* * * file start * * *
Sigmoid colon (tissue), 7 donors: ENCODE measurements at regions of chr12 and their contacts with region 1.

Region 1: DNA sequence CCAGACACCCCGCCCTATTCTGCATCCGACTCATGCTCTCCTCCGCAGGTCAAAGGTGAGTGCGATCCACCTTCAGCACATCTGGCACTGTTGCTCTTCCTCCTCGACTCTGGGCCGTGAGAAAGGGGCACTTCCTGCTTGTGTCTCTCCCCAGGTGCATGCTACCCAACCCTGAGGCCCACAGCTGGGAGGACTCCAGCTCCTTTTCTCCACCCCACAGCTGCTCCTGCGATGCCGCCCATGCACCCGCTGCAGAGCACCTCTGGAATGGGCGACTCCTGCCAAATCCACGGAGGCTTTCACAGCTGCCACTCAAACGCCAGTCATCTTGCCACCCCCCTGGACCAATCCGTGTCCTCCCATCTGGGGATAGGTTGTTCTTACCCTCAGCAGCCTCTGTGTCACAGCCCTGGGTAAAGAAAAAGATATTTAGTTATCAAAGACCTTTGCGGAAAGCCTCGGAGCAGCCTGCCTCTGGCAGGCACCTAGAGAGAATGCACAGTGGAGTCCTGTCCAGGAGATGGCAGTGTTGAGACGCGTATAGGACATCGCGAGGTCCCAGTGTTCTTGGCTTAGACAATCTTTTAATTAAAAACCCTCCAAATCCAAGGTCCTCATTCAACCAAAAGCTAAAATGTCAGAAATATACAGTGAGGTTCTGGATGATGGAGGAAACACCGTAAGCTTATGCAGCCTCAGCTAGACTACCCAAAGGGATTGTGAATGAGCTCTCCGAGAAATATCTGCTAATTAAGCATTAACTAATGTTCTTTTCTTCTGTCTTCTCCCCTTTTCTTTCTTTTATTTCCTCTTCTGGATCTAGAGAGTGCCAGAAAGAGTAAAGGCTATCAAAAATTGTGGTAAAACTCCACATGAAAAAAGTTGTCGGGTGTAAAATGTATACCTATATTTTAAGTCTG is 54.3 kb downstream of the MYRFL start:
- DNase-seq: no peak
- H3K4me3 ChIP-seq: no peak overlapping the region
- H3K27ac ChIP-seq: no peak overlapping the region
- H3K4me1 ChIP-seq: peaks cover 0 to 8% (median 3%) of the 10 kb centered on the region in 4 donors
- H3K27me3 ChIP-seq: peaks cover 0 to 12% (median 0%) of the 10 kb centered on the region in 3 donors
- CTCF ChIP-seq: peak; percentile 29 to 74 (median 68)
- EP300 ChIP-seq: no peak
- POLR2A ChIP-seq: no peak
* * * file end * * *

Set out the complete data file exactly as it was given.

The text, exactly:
Sigmoid colon (tissue), 7 donors: ENCODE measurements at regions of chr12 and their contacts with region 1.

Region 1: DNA sequence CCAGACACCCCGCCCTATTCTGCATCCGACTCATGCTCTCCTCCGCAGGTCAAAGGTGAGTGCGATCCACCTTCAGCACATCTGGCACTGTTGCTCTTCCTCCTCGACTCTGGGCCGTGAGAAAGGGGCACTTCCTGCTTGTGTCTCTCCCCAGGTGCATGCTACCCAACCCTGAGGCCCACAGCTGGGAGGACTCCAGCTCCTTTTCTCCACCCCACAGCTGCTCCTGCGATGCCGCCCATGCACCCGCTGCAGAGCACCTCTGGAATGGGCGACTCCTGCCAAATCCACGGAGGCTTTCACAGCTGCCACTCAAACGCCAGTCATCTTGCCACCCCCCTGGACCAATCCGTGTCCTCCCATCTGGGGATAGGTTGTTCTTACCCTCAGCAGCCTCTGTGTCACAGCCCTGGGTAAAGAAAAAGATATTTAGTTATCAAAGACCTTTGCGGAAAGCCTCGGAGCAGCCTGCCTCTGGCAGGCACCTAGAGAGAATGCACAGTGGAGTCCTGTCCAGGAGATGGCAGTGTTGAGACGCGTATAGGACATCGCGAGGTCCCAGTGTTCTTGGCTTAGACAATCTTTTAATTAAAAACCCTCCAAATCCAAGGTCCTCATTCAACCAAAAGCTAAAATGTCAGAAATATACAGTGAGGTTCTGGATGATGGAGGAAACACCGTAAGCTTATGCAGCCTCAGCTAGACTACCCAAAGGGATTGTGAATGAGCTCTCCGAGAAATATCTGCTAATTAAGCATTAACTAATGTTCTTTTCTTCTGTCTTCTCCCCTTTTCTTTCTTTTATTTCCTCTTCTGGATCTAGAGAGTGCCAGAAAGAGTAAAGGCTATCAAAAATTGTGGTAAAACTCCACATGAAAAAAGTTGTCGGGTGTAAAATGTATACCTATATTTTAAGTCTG is 54.3 kb downstream of the MYRFL start:
- DNase-seq: no peak
- H3K4me3 ChIP-seq: no peak overlapping the region
- H3K27ac ChIP-seq: no peak overlapping the region
- H3K4me1 ChIP-seq: peaks cover 0 to 8% (median 3%) of the 10 kb centered on the region in 4 donors
- H3K27me3 ChIP-seq: peaks cover 0 to 12% (median 0%) of the 10 kb centered on the region in 3 donors
- CTCF ChIP-seq: peak; percentile 29 to 74 (median 68)
- EP300 ChIP-seq: no peak
- POLR2A ChIP-seq: no peak